Denise Anderson, 49, along with her husband and 16-year-old daughter, were visiting Manhattan from Fayetteville, Ark. They arrived in Manhattan on Saturday and had spent $3,000 to $4,000 on themselves. She has done Black Friday shopping back at home but wanted to do it in New York.
"We're people watching," she said. "We wanted to see the craziness."
— Anne D'Innocenzio, Retail Writer, New York
— Thursday, 6 p.m.: An hour after its 6 p.m. opening, Best Buy at Union Square in New York City was bustling, with big TVs, Kindle e-book readers and laptops being popular purchases. Buying a TV on sale seemed to be most people's priority.
"My friend is chewing me out right now for not being there," said Rodney Bernard, 39, a writer in the Bronx. Instead of being at his friend's Thanksgiving celebration, he was at Best Buy. "But I really needed a TV."
He saw a deal in the paper for an Insignia 39-inch TV for $169, but ended up buying a more expensive 40-inch Samsung TV after a store salesman said he could get $20 off if he applied for a Best Buy credit card. He got the TV for $399 and it was originally $700 or $800.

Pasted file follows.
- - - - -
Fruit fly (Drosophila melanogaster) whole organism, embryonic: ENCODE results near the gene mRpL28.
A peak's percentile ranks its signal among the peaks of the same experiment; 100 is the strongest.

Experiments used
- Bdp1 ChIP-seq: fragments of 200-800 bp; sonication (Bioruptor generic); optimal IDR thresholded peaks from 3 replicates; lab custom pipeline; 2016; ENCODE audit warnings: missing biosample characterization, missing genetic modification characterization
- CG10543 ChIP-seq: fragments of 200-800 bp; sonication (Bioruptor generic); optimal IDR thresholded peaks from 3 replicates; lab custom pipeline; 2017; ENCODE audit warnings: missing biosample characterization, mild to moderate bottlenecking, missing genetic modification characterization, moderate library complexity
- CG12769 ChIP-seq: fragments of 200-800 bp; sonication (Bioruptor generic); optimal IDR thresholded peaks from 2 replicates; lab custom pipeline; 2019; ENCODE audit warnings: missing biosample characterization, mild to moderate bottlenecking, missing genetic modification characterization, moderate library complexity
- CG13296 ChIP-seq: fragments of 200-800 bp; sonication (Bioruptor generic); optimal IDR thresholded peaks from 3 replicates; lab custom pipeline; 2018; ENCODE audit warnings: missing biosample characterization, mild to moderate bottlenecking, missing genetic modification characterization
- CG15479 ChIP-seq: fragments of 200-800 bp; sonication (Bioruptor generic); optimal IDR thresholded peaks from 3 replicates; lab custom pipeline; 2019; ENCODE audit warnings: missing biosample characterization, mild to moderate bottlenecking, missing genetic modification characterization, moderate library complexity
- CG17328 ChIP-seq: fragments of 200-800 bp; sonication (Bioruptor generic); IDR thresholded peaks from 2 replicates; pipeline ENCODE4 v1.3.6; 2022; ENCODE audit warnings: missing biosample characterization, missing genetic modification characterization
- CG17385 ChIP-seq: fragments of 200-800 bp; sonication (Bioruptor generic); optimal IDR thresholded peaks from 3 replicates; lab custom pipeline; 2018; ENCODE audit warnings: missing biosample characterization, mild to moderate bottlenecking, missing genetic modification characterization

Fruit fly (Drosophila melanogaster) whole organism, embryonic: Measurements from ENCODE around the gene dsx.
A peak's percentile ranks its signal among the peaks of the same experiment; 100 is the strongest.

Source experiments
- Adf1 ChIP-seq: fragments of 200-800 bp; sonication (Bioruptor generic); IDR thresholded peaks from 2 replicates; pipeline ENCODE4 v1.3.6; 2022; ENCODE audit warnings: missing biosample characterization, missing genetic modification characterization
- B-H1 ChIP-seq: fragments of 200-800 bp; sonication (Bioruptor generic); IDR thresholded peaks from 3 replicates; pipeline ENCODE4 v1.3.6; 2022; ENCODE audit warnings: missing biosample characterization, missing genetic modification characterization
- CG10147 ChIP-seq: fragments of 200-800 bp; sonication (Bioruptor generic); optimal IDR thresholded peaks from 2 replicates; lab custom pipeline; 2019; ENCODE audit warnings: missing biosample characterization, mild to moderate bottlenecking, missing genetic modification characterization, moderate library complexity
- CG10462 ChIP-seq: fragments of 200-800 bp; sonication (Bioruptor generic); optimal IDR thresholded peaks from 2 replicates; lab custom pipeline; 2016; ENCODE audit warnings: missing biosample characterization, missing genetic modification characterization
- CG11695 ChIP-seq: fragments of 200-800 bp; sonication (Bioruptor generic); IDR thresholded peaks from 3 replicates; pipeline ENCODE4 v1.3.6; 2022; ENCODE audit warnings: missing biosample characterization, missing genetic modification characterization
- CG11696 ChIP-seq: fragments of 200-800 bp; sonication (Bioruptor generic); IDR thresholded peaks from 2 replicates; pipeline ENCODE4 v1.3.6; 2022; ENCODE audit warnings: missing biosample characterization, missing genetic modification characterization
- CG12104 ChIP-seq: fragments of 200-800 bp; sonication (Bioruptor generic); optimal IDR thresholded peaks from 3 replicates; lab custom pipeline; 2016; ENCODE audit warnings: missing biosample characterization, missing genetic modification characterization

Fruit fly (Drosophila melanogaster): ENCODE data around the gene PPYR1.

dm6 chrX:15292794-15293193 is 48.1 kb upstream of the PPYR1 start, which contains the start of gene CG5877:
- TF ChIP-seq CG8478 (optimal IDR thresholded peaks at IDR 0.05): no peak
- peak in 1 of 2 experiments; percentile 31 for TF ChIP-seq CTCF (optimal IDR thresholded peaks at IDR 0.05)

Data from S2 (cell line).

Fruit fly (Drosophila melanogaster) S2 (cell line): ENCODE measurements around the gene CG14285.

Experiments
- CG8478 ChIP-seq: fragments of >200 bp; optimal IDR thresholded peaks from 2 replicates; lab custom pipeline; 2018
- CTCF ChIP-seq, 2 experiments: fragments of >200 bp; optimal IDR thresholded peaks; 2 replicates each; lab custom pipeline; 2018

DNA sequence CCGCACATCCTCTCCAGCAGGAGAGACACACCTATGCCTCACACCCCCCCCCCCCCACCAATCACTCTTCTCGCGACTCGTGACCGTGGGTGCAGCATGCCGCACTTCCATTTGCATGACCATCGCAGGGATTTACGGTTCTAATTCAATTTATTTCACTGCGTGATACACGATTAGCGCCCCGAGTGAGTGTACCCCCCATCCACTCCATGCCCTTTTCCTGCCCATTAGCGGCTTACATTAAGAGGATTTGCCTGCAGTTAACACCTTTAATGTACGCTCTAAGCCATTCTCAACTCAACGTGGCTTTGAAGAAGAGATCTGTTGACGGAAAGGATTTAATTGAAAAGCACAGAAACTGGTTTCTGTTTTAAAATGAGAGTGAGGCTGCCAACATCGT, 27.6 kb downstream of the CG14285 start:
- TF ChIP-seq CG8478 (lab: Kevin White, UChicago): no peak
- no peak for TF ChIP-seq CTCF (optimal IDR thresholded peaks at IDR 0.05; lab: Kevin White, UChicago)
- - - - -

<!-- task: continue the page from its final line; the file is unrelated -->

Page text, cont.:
Meanwhile, his friend doesn't approve of shopping on Thanksgiving. "He's upset with myself right now. He feels offended and is like don't even come by."
Bernard agrees but thinks it's OK to shop if you really need something.
Fortunately he says, his parents and immediate family are celebrating Thanksgiving on the 30th because several people had to work today.
"It's not like I lost something, I'll be celebrating."
— Mae Anderson, Retail Writer, New York
—Thursday, 5:41 p.m.: A Kmart store in the Manhattan borough of New York City was packed with people shopping for clothing and holiday decor items. The discounter, whose parent is Sears Holdings Corp., opened at 6 a.m. and planned to stay open for 41 hours straight. Clothing was marked down from 30 percent to 50 percent.